If you were discriminated against in the workplace and took action or reported illegal conduct on the part of your employer, the law prohibits your employer from retaliating against you. Despite this protection, many employers still seek to punish employees who stand up for their rights and, surprisingly, more than a third of discrimination charges filed with the Equal Employment Opportunity Commission (EEOC) within the past few years included retaliation claims.
When filing a lawsuit against your employer for retaliation, these elements must be proven:
- The actions you took were legal and protected
- You were subjected to negative actions in the aftermath
- A causal link exists between the actions you took and the actions your employer took
The final point is the most difficult to prove and will require a great amount of evidence to support it.
Once you have shown the activity you engaged in was protected and your employer took negative actions against you, the link between these two events must be shown. For example, if you filed a complaint with human resources personnel, and were later laid off with the rest of your team as part of a cost-cutting measure, proving the causal link between the two actions would be difficult since the events are unrelated. Unless you have direct evidence, such as an incriminating statement your employer made, you and your attorney will have to gather indirect evidence that proves a causal link. This includes addressing the following:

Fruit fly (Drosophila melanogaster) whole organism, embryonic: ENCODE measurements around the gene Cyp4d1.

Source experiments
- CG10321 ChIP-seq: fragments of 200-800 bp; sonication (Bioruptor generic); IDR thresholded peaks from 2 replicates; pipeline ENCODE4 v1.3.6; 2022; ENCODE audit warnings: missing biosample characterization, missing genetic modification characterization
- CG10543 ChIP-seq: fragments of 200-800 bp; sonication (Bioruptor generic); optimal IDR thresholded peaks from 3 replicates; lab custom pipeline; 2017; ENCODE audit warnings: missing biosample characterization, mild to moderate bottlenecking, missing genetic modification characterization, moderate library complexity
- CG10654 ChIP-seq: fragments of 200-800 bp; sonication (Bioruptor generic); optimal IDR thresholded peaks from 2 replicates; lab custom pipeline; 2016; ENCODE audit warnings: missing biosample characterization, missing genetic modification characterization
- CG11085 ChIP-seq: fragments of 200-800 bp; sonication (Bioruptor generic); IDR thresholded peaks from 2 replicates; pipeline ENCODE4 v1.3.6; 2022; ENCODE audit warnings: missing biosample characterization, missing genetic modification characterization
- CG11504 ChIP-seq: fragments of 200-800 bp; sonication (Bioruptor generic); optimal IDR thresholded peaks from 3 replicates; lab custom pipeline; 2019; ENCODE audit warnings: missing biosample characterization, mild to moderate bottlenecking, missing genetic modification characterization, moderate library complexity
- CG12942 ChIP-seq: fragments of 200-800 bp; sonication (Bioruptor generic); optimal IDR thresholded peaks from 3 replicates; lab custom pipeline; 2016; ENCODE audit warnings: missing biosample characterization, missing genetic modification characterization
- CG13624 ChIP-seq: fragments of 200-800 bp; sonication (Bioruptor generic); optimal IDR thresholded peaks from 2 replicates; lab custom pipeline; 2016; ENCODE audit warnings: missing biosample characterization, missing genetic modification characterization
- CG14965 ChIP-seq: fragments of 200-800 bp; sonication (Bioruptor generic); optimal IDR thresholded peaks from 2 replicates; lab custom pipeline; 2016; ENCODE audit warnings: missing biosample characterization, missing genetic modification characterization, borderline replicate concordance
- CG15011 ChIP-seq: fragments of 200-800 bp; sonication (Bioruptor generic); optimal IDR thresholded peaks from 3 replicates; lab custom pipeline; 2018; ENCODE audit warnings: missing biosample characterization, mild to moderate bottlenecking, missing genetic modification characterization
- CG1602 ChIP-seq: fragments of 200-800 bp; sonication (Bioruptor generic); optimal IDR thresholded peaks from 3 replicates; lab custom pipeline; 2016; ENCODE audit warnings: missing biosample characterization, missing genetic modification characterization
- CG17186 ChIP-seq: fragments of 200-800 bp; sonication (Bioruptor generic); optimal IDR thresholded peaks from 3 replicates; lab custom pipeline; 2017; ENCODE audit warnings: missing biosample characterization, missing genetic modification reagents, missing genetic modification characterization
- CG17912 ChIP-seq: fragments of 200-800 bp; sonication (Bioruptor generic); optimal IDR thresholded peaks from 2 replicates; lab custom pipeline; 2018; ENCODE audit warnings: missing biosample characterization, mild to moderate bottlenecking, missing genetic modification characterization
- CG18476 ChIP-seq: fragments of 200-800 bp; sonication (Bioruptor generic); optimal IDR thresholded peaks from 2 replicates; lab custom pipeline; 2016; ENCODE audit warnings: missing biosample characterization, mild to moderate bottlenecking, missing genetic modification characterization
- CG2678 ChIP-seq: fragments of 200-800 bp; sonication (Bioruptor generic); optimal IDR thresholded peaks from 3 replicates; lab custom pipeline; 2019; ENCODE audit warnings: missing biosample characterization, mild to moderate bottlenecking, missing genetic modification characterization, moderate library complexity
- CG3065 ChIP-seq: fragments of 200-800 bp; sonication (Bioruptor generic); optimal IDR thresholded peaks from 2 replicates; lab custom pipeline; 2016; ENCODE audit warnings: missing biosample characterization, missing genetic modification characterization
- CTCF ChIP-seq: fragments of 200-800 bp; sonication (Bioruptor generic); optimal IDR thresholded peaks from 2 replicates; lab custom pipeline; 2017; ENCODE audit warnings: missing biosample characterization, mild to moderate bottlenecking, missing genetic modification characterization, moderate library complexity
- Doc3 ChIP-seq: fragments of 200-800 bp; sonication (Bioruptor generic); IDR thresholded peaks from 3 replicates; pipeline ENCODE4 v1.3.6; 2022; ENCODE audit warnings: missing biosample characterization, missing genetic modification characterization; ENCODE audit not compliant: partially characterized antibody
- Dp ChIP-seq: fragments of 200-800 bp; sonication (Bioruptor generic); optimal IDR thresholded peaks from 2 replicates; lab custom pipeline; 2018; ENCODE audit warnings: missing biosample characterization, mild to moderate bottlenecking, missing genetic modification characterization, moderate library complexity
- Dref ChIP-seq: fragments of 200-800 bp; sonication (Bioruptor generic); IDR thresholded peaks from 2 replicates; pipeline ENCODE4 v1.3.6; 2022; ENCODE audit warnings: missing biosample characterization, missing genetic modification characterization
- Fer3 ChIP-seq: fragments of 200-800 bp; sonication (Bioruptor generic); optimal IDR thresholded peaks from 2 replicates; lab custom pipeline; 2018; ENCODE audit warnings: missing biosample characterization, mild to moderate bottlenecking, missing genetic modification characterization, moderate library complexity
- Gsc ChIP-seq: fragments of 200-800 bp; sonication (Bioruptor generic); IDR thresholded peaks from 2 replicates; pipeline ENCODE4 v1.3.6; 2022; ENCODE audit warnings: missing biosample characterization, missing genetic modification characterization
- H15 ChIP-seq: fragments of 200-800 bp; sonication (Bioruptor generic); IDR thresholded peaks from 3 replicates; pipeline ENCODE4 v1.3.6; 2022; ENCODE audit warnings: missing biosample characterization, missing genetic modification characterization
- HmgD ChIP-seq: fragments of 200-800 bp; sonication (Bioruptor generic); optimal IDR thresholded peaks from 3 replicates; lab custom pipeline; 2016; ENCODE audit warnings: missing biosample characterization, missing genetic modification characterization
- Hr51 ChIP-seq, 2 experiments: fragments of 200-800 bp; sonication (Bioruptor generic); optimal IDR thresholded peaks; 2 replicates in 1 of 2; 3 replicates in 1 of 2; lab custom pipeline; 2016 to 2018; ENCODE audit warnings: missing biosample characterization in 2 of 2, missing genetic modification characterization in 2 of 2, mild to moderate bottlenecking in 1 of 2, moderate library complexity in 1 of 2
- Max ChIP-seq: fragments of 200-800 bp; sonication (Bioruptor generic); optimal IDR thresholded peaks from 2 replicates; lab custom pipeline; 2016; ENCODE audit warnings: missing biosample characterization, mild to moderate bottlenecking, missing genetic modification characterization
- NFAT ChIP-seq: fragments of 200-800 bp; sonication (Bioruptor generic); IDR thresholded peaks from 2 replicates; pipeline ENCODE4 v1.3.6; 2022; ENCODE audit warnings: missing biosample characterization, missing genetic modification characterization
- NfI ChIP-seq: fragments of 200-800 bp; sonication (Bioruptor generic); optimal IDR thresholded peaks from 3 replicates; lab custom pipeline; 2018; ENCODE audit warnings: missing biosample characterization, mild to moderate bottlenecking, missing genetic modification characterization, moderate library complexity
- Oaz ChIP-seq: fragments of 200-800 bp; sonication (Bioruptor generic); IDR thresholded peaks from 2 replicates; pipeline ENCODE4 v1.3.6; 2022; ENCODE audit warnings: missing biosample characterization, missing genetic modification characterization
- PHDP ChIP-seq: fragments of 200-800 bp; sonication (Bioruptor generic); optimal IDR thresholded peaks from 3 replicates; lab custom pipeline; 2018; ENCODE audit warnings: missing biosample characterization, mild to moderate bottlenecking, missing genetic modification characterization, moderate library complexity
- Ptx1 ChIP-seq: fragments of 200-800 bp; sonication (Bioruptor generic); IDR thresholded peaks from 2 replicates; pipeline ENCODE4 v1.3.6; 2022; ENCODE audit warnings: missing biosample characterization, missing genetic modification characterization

- Timing: Did the negative actions of your employer occur right after your own actions? If so, this is one of the more common ways in which you can prove retaliation.
- Knowledge: If the person who took action against you was unaware of your complaint, you might not be able to prove retaliation since you cannot show he or she acted as a result of your complaint.
- No Other Explanations: Sometimes there might be other reasons for why an employer took action, so it must be proven that there was o other reason for it other than retaliation. If you suffered a pay cut after filing your complaint, but no one else in the department suffered this, it will appear as though you have been targeted. If everyone else in the department took pay cuts as well, it might seem unrelated to your complaint.
Representing Workers in Chicago
If you believe you have been retaliated against by your employer for reporting discrimination or other illegal conduct, our attorneys may be able to help. At The Prinz Law Firm, we are dedicated to helping you seek the resolution you deserve.
Contact us today at (312) 212-4450 for a free consultation.